Saturday, May 27, 2017
MUSIC REVIEW OF THE DAY: THE ROLLING STONES - OLÉ OLÉ OLÉ! (DVD)
Initially, I wondered why in the world I would need this new DVD about the Stones' tour of Latin America in 2016, given that a few months ago they also released the entire show from Havana (Havana Moon) on DVD/CD, so we saw the whole tour setlist. But as soon as it started, the difference became obvious, and the importance of the film was revealed. This is a documentary the Rolling Stones in a surprisingly intimate and human way, letting us understand who they are at this juncture in their lives, especially Mick and Keith.
There's a storyline to follow, that being the visit to South America, with the possibility of a first-ever rock spectacle for Cuba that the Stones' management have to organize. There's the Cuban government to negotiate with, Cuban work crews to wrangle, an Obama visit to work around, and even a last-minute intervention from the Pope (true, that). But since we know what happened, the tension of that story is merely a device to get us from start to finish. What really happens is the carefully-built and maintained walls that are always there around the Stones are quickly broken down once they land in Argentina. It turns out there aren't just fans there, it's a whole culture of devotion, including a community that practically identifies themselves as Stones fans first, people second. The band has encountered this before, and embraces it, and sends back the love they feel. They all have these radiant smiles throughout the film as they meet fans, friends from past visits, enjoy bits of the culture, and seem completely at ease.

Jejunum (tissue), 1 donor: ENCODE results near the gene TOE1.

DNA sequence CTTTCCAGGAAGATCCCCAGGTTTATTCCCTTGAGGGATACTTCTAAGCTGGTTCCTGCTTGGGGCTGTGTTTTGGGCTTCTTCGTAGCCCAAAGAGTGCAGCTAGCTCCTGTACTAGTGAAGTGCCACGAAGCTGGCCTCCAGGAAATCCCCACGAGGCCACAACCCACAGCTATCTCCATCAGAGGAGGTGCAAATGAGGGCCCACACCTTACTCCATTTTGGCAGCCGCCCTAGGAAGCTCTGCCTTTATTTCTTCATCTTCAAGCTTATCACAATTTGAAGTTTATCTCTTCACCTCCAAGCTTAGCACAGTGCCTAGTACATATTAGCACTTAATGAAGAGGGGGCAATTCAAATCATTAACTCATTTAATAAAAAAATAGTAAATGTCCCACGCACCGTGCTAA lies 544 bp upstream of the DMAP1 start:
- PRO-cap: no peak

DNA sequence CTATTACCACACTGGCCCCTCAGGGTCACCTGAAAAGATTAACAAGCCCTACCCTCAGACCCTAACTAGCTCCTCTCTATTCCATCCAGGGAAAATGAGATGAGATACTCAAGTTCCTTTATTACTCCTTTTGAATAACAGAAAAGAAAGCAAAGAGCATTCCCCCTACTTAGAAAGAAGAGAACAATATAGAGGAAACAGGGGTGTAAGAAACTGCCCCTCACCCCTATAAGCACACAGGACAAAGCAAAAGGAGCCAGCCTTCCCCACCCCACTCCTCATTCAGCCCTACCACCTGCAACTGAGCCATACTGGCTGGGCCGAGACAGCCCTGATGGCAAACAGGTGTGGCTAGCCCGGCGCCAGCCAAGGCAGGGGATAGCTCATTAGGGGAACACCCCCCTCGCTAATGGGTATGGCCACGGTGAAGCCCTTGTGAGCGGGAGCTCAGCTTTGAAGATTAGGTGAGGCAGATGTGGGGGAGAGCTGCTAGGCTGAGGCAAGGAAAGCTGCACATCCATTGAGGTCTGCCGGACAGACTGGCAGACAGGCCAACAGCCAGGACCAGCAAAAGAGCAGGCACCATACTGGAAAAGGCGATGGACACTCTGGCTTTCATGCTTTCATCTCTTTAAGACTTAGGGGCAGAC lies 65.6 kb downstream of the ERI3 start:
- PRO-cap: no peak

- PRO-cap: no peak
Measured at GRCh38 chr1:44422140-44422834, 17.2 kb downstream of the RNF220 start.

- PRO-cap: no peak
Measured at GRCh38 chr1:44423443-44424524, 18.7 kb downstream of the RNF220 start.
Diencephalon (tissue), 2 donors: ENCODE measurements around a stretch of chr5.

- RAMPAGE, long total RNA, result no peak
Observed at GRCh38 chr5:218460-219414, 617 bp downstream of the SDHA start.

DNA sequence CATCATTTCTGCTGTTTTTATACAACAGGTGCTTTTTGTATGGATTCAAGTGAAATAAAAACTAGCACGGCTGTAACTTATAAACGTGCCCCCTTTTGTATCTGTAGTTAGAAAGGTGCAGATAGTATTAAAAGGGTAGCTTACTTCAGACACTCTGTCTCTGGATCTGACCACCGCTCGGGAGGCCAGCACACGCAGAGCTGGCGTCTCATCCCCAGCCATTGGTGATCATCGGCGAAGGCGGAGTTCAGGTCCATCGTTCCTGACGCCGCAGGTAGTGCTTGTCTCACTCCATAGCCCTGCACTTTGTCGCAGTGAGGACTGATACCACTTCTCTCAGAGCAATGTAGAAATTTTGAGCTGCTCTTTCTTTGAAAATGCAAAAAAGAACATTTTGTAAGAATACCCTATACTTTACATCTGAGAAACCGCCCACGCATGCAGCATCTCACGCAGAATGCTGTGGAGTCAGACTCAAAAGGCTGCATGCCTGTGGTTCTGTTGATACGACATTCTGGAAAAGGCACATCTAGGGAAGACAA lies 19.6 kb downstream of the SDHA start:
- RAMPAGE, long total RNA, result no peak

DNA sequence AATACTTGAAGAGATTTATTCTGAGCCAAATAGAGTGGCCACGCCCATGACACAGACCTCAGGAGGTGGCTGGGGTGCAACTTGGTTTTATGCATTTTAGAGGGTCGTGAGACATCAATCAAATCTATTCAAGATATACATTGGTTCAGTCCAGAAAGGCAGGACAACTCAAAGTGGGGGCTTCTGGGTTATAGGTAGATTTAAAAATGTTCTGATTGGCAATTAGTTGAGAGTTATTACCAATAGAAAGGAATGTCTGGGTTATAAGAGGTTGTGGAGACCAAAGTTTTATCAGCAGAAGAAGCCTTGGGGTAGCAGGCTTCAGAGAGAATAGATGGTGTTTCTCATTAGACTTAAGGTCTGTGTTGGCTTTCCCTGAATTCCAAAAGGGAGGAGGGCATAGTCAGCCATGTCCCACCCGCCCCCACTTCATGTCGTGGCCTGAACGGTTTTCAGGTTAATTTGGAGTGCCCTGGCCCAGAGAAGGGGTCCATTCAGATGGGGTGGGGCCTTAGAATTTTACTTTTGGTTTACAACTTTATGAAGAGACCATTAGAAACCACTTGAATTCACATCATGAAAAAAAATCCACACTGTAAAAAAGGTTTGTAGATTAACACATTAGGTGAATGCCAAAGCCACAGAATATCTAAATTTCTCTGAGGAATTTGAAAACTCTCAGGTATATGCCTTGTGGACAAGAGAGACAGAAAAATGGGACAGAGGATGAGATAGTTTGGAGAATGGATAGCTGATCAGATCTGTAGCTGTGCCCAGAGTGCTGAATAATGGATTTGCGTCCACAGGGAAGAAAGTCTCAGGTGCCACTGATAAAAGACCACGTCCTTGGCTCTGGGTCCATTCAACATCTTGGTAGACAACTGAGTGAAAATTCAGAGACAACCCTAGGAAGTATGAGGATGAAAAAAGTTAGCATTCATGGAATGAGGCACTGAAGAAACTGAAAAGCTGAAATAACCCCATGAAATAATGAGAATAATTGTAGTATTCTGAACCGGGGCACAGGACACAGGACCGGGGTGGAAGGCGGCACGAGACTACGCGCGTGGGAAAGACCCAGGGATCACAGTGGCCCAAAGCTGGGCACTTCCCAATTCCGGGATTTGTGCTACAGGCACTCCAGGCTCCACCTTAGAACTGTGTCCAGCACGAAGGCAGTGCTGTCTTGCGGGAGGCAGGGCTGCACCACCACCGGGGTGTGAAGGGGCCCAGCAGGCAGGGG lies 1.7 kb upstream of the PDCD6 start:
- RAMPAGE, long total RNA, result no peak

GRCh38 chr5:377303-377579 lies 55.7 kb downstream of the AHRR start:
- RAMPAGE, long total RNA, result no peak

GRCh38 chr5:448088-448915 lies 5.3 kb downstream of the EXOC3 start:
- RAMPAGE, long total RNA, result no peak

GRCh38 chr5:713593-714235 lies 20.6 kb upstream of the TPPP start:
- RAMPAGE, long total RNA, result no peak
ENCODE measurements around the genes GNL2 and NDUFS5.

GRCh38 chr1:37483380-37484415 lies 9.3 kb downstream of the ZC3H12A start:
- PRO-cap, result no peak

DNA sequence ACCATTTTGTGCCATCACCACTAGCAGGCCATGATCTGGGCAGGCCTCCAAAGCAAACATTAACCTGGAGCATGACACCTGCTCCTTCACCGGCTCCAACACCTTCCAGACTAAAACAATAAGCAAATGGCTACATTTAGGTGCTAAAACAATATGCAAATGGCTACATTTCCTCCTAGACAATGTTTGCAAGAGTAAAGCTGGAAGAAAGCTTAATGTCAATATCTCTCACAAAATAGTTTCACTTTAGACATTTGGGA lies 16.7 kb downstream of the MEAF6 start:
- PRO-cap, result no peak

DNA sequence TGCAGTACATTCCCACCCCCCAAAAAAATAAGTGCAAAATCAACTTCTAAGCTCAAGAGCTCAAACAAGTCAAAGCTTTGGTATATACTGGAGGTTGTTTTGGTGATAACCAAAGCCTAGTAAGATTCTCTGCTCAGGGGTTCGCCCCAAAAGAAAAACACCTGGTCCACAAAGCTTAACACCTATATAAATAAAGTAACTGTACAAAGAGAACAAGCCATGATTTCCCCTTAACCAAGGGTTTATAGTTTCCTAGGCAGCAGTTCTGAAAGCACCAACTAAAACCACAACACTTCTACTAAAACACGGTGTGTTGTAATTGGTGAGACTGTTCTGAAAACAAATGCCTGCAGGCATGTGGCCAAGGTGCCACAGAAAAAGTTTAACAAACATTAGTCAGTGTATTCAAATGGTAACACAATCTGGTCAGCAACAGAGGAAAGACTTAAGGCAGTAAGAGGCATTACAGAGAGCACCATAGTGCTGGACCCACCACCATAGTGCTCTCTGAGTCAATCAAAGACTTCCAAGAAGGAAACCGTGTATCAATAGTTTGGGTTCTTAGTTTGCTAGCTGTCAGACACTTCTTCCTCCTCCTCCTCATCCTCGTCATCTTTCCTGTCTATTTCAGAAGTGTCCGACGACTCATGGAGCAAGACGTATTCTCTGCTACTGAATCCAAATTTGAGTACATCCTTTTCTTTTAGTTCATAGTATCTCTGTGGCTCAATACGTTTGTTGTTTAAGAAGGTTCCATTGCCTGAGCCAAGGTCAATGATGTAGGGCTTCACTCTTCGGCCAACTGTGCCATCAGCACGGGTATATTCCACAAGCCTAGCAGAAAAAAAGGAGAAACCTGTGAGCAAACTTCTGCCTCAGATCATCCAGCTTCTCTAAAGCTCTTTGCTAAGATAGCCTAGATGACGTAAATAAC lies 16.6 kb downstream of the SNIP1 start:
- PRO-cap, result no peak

The filmmakers knew about this difference and went to great lengths to shoot wonderful vignettes with and without the band, meeting the fans, telling their stories and setting up surprising moments in each location. They go back to the homes of people to document their lives as well, and then follow them to unique intersections with the band. It could be the devoted fan who joins the crowd serenading Keith outside his hotel window to wake him up at 11 a.m. (he's appreciative), or the humble painter who is a friend of Ron Wood's, who embraces him as a brother artist.
With the joy of this adventure affecting the band, they offer the most compelling insights into their current relationship, and show moments of happiness, friendship and intimacy. It's clear that bygones are bygones in the supposed Keith-Mick tensions, and they even talk about that in the past tense. Jagger, normally a cynic on camera, is shown enjoying himself watching a local family of entertainers, while Keith gets up and dances with a child perhaps six years old. They even sit together for interviews. For years, when journalists interviewed the Stones, they had to do them separately. Here, just Mick and Keith perform Honky Tonk Women for the camera while talking about writing the song on a South American vacation at a remote ranch house. They even spill the beans on who the original honky tonk woman in question was. As a Stones watcher, I find this all so refreshing, after sitting through the less-than sincere interviews over the years.
Oh yeah, there's some music too, and this was a very good tour for the band, lots of strong playing from everyone. But really, it's the behind-the-scenes footage that provides the most thrills, and you should just get Havana Moon to go along with it.